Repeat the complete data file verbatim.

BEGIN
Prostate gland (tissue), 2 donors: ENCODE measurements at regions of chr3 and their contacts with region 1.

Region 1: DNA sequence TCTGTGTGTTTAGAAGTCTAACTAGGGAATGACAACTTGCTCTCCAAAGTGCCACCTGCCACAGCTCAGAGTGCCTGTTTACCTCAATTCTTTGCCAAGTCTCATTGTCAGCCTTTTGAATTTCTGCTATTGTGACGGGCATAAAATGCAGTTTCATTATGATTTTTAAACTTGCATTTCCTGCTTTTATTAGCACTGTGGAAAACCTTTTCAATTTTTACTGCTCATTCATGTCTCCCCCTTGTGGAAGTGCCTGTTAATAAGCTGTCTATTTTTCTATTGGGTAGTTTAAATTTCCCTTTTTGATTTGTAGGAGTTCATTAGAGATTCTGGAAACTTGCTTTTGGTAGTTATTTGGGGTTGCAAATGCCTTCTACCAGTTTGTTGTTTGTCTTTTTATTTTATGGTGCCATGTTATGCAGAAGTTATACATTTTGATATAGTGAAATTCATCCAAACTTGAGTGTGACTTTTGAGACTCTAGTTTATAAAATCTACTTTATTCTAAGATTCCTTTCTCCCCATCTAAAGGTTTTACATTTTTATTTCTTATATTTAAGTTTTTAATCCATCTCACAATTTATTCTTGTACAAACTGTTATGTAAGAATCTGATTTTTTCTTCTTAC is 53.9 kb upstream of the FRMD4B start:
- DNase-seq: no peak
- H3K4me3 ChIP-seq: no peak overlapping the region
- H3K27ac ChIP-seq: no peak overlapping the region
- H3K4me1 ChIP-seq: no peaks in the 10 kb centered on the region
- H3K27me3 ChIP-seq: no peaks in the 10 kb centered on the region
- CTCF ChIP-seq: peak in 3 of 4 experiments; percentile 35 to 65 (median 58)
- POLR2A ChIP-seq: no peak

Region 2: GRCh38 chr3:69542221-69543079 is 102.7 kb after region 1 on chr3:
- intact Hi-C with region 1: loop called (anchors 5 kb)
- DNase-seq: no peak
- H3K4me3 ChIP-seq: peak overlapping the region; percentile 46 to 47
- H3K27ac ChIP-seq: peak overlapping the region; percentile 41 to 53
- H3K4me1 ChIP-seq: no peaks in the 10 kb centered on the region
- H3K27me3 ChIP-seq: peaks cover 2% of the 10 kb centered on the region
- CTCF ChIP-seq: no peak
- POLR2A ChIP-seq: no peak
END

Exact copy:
Prostate gland (tissue), 2 donors: ENCODE measurements at regions of chr3 and their contacts with region 1.

Region 1: DNA sequence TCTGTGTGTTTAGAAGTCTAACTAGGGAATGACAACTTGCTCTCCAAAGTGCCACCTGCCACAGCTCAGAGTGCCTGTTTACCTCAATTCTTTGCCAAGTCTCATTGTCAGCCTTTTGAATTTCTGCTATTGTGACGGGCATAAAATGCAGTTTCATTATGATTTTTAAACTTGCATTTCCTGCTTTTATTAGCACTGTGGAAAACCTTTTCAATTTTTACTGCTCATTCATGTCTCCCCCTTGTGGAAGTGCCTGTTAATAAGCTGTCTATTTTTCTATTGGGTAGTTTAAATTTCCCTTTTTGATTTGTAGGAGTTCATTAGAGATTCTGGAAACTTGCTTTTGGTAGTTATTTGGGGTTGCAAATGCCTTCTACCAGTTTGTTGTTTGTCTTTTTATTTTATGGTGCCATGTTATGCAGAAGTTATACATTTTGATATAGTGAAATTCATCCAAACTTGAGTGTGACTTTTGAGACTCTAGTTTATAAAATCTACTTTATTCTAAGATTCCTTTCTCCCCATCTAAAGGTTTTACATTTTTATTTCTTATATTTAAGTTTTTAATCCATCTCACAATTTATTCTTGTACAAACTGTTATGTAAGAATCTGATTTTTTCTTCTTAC is 53.9 kb upstream of the FRMD4B start:
- DNase-seq: no peak
- H3K4me3 ChIP-seq: no peak overlapping the region
- H3K27ac ChIP-seq: no peak overlapping the region
- H3K4me1 ChIP-seq: no peaks in the 10 kb centered on the region
- H3K27me3 ChIP-seq: no peaks in the 10 kb centered on the region
- CTCF ChIP-seq: peak in 3 of 4 experiments; percentile 35 to 65 (median 58)
- POLR2A ChIP-seq: no peak

Region 2: GRCh38 chr3:69542221-69543079 is 102.7 kb after region 1 on chr3:
- intact Hi-C with region 1: loop called (anchors 5 kb)
- DNase-seq: no peak
- H3K4me3 ChIP-seq: peak overlapping the region; percentile 46 to 47
- H3K27ac ChIP-seq: peak overlapping the region; percentile 41 to 53
- H3K4me1 ChIP-seq: no peaks in the 10 kb centered on the region
- H3K27me3 ChIP-seq: peaks cover 2% of the 10 kb centered on the region
- CTCF ChIP-seq: no peak
- POLR2A ChIP-seq: no peak